One of the due diligence issues that entities need to consider when entering into a joint venture that is concerned with intellectual property is the potential for infringement of third-party intellectual property rights. For example, it may be desirable to have cross warranties that the intellectual property being transferred is not subject to any infringement notice or third-party claims that could be adverse to the functioning of the JV. The potential third-party issues can span the range from pending litigation to a claim by a programmer that an invoice is outstanding and the assignment of the work is contingent on full payment.
Another intellectual property issue that needs careful attention concerns who owns, or will own, intellectual property that is developed by the joint venture. For example, if the JV ceases to exist, what happens to the JV-owned intellectual property and is there a process for deciding who becomes the owner of the JV’s intellectual property? Consideration also needs to be given to intellectual property that is developed by the JV without use or benefit intellectual property transferred from A or B. Does it make sense to have A and B become joint owners? Does it make sense for the JV to license the intellectual property to A and B? Do A and B want to sell or license the intellectual property because neither of them is interested in further commercial development of it? In any event, the issue needs to be taken into consideration beforehand so that the joint venture structure has the best opportunity of meeting the parties’ expectations.
Additional intellectual property complications that can arise relate to new intellectual property that is developed by employees of either A or B that are on assignment or loan to the JV for their specialized knowledge or skill. It is often the case that the employees of A or B have signed employment agreements. These employment agreements often require an employee to assign or promise to assign to the company any intellectual property developed while in the course of employment for the company and relating to the business of the company. It can become contentious if the technology has interest to the independent business interest of A or B, or if the JV dissolves. Who is the owner of intellectual property developed by an employee of company A, while working on loan to the JV? It may be that all new intellectual property developed by employees of A or B, while working for the JV, assign their rights to the JV irrespective of any employment agreements. In any event, the joint venture agreement should address this issue before it becomes contentious or possibly fatal to the JV.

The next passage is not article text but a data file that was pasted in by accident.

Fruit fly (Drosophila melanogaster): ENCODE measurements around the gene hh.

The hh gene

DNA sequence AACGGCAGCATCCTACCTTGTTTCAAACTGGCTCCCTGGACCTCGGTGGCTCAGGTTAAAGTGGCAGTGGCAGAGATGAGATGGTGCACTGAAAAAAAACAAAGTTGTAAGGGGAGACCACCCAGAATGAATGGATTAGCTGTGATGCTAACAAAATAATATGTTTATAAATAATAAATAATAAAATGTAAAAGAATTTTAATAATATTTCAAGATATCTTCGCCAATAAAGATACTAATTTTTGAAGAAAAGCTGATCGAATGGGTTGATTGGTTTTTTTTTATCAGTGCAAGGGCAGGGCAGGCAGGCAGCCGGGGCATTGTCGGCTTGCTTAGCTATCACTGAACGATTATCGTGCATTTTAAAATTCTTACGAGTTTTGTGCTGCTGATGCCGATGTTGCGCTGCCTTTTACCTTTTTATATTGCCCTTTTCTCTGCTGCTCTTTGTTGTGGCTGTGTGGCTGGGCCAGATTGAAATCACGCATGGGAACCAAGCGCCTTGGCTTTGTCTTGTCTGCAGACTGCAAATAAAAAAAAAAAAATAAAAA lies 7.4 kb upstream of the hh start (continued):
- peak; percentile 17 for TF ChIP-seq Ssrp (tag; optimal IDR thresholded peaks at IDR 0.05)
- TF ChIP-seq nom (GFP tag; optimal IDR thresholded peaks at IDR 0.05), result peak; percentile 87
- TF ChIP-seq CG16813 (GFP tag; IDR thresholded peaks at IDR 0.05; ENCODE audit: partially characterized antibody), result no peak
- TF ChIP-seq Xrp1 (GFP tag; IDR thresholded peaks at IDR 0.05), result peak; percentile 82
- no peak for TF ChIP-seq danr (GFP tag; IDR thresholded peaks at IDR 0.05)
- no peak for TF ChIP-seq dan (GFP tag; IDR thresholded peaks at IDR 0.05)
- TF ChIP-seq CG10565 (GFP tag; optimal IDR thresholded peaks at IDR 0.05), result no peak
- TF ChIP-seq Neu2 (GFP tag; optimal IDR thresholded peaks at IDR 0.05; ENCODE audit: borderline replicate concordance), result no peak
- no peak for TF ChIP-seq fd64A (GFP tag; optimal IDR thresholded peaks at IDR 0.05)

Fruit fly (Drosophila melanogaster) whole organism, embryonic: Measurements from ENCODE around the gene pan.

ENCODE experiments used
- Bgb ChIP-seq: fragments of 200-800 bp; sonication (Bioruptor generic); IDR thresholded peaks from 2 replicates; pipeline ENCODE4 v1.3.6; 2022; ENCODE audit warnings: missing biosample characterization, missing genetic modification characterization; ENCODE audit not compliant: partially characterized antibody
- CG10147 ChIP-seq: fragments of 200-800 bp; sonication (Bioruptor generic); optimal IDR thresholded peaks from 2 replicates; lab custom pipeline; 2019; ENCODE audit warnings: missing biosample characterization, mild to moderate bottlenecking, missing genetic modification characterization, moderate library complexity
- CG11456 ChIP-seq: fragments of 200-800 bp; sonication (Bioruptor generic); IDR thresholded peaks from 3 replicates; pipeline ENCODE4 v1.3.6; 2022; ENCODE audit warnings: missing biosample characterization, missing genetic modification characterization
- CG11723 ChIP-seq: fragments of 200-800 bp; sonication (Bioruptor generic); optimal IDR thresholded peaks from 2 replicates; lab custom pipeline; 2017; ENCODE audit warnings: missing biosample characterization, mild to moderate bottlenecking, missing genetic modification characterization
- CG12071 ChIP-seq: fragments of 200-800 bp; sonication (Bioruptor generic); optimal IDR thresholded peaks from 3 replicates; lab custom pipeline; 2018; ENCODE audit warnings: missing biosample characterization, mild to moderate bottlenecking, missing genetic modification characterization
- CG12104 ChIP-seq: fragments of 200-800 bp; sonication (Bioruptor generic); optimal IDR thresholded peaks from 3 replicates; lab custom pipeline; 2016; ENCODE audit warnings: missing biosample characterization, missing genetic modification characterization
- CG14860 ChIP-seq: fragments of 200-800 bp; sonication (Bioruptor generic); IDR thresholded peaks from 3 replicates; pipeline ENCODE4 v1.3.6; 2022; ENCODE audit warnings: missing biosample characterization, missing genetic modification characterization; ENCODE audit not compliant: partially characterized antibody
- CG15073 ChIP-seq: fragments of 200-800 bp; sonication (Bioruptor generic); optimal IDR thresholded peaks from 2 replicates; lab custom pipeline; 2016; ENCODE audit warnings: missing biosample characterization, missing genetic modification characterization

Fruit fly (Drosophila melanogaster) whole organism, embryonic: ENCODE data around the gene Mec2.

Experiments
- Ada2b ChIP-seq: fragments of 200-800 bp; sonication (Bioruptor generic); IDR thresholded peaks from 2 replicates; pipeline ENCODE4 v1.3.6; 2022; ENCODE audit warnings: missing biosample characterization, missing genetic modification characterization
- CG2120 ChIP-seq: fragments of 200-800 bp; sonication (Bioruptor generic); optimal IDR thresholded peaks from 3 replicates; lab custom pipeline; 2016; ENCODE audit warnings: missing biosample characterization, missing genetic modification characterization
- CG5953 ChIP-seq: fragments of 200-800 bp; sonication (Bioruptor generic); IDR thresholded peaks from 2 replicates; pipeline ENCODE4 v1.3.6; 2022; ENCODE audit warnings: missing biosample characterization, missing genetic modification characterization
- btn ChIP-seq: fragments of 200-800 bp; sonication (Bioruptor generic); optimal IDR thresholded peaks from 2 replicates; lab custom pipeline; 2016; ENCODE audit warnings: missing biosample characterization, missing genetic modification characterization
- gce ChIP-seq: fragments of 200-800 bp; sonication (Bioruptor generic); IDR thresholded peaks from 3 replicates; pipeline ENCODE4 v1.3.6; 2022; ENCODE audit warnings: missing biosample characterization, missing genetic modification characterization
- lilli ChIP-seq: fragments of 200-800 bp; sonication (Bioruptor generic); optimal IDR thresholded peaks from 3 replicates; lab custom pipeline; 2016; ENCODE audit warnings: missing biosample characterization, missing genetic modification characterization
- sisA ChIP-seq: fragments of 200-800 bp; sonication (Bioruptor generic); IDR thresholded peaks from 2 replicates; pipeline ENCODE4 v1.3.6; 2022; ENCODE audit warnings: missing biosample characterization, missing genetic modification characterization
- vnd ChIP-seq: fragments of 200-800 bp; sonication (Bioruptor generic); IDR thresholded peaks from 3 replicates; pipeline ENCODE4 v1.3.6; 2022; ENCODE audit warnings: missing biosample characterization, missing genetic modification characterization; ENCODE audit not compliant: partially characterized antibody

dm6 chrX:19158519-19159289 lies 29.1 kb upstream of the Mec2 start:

Last, but certainly not least, is consideration of what happens in a bankruptcy. Should A or B enter into a joint venture and subsequently become involved in a bankruptcy, what happens to the intellectual property that the bankrupt entity assigned or licensed to the JV during and/or after the bankruptcy proceeding? Bankruptcy is never a pleasant conversation when the parties are considering a joint venture, and bankruptcy counsel will tell you that many people fail to consider the issue and are surprised by the trustee’s actions and some of the ultimate outcomes.
The above discussion is, by no means, intended to be exclusive and exhaustive. This is provided as food for thought with the hope that counsel can encourage the parties to consider all aspects of the potential joint venture. Like a marriage, every hope for a JV is that it will be successful and full of good fortune. Like a good prenuptial agreement, the joint venture agreement should make the unwinding of the deal less painful. Such agreements are not very likely to be painless, regardless of counsel’s draft skilling. •
Anthony S. Volpe is a shareholder at Volpe & Koenig and has corporate and private practice experience in securing, licensing and enforcing all aspects of intellectual property rights. His patent work includes appeals before the USPTO Board of Patent Appeals and interferences and international trade commission, prosecution of patent applications, rendering opinions regarding patentability and enforcement of patent rights.
Thomas Mattioli is a senior attorney at the firm, whose practice includes counseling clients on the most appropriate strategies for protecting their intellectual property rights, particularly in the electrical and computer technology fields.